Divorce and summer break is particularly challenging for high-asset, high-earning co-parents. With demanding jobs and busy schedules, it is challenging to find the time to spend quality time with your children during the summer months.
However, trying to create a plan that works for everyone involved is vital. See below for some guidance on summer break for older and younger children.
Use summer camp sparingly
If you cannot agree on a schedule that works for both of you, consider alternative options such as summer camps or extended family members who can care for your children during the summer. However, ensuring that your children are comfortable and happy with these arrangements is crucial.
Plan well in advance
Planning and requesting vacation time from your employer well in advance is important for younger children. If you cannot take time off work, consider hiring a sitter or nanny to provide care during the day. Our Family Wizard cautions that you should still try to spend every possible second with your children, even if you need to use a sitter occasionally.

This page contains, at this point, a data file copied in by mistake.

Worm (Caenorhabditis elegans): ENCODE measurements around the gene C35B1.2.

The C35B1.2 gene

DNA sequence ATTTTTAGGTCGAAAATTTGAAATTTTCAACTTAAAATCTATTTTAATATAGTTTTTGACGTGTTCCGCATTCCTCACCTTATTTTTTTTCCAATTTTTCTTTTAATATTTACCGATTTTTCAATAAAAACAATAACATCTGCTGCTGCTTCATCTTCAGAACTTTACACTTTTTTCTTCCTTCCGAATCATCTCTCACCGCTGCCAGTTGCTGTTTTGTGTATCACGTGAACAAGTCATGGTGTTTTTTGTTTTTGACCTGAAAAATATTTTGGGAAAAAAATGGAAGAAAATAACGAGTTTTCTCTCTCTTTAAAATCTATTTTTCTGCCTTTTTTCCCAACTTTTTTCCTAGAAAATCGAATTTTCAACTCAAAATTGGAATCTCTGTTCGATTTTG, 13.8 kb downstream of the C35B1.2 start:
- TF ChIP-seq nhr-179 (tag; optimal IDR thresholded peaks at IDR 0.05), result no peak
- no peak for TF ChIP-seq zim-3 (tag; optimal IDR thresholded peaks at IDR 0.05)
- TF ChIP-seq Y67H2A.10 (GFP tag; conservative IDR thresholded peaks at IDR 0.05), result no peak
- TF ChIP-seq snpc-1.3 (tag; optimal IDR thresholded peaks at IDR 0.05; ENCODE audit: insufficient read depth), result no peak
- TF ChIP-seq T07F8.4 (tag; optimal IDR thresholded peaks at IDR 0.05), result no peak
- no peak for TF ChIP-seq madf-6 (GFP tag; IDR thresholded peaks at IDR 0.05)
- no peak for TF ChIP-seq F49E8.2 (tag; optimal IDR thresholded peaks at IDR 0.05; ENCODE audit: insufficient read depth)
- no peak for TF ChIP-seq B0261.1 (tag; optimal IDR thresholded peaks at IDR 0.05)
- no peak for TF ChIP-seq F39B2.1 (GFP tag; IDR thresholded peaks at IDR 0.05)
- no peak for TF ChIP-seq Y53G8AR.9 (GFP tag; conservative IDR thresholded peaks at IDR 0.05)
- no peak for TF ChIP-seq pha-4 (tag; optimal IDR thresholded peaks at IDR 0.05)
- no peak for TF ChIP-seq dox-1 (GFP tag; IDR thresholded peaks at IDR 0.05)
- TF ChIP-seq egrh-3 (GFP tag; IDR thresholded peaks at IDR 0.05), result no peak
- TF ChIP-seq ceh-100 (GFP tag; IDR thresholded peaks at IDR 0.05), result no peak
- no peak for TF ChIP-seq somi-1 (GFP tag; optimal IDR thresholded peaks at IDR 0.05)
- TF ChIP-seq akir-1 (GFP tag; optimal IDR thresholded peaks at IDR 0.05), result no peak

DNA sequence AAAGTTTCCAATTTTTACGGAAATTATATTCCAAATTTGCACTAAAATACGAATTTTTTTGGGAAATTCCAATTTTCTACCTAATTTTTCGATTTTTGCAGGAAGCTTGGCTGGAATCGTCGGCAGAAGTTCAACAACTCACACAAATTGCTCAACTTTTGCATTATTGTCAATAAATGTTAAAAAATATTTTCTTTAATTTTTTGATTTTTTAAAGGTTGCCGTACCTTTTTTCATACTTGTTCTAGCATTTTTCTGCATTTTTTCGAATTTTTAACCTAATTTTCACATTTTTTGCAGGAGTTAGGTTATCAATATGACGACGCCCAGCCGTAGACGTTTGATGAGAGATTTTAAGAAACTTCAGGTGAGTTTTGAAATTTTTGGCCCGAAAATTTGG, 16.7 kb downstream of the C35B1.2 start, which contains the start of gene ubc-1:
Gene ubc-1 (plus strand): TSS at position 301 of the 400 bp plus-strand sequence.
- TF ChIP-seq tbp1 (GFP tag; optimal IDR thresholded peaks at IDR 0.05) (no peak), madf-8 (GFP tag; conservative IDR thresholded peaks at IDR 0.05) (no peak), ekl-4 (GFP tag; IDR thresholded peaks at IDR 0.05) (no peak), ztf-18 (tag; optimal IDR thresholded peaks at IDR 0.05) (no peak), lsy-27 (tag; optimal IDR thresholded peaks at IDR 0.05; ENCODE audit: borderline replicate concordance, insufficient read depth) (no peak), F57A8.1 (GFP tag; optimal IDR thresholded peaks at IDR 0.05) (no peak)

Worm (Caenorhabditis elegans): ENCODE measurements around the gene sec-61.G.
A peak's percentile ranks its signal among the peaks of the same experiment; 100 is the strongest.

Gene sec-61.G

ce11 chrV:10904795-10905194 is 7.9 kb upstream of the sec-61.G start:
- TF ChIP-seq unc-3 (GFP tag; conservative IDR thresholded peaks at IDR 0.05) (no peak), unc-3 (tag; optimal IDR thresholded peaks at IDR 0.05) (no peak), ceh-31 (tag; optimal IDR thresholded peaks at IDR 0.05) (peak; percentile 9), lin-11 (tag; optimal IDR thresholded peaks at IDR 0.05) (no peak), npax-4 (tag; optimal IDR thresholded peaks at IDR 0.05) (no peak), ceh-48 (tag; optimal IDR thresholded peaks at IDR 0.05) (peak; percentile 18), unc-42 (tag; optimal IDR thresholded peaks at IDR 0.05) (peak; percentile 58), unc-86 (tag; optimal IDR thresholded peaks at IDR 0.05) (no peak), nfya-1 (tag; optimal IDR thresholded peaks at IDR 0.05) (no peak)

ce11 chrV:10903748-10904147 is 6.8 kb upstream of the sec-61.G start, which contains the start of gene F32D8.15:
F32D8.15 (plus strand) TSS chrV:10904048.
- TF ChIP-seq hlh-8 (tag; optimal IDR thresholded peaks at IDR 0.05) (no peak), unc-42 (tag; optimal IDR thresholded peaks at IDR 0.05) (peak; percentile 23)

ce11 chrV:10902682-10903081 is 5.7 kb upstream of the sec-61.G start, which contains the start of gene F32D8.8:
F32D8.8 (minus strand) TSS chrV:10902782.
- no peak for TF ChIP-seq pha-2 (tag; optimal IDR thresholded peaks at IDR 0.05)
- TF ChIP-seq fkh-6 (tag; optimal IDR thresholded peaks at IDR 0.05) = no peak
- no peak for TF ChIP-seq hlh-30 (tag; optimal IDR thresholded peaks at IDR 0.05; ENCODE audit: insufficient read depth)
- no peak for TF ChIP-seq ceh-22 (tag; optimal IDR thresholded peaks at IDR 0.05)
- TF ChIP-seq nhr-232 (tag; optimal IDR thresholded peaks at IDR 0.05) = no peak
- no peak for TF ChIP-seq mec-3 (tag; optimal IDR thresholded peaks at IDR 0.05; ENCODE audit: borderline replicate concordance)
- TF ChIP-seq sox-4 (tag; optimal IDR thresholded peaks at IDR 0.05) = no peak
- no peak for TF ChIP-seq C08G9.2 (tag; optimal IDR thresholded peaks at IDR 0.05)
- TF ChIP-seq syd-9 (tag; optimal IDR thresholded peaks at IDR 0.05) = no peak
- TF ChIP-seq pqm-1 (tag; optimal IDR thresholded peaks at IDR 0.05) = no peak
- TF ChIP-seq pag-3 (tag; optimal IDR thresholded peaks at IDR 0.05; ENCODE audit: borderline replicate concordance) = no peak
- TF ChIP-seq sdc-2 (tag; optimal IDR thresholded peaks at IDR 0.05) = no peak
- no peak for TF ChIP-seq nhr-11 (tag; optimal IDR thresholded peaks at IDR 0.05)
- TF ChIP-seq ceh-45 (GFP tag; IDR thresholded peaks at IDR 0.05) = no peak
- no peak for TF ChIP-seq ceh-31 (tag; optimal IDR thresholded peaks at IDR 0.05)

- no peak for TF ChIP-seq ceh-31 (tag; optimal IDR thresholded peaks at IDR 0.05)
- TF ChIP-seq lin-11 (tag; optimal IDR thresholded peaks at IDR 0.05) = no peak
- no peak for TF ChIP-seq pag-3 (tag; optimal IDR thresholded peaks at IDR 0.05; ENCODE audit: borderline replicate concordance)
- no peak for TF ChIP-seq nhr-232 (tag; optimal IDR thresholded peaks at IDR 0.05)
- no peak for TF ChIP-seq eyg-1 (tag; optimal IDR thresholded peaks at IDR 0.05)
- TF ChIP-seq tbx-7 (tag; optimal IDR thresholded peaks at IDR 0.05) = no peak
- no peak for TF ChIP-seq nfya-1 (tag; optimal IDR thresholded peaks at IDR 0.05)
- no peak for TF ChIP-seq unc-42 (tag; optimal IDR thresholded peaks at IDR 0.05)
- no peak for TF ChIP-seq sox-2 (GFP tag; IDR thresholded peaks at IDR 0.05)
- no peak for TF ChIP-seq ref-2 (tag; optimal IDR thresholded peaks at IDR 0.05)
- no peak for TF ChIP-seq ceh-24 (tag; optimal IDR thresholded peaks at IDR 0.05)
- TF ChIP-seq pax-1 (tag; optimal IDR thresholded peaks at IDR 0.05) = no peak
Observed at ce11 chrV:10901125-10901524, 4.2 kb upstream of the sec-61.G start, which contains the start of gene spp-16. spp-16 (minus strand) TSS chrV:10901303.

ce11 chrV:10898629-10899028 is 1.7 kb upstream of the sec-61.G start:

Plan with your older children
Older children may have plans and activities during the summer. Still, it is essential to stay involved and engaged in their lives. Talk to them about their plans and find ways to spend time together, such as taking a family trip or participating in a shared hobby.
Divorce and summer break can be challenging for co-parents, particularly those in high-asset, high-earning families. However, by communicating effectively and prioritizing the well-being of your children, it is possible to create a plan that works for everyone involved. With some planning and effort, you can make the most of your summer vacation as co-parents and create meaningful memories with your children.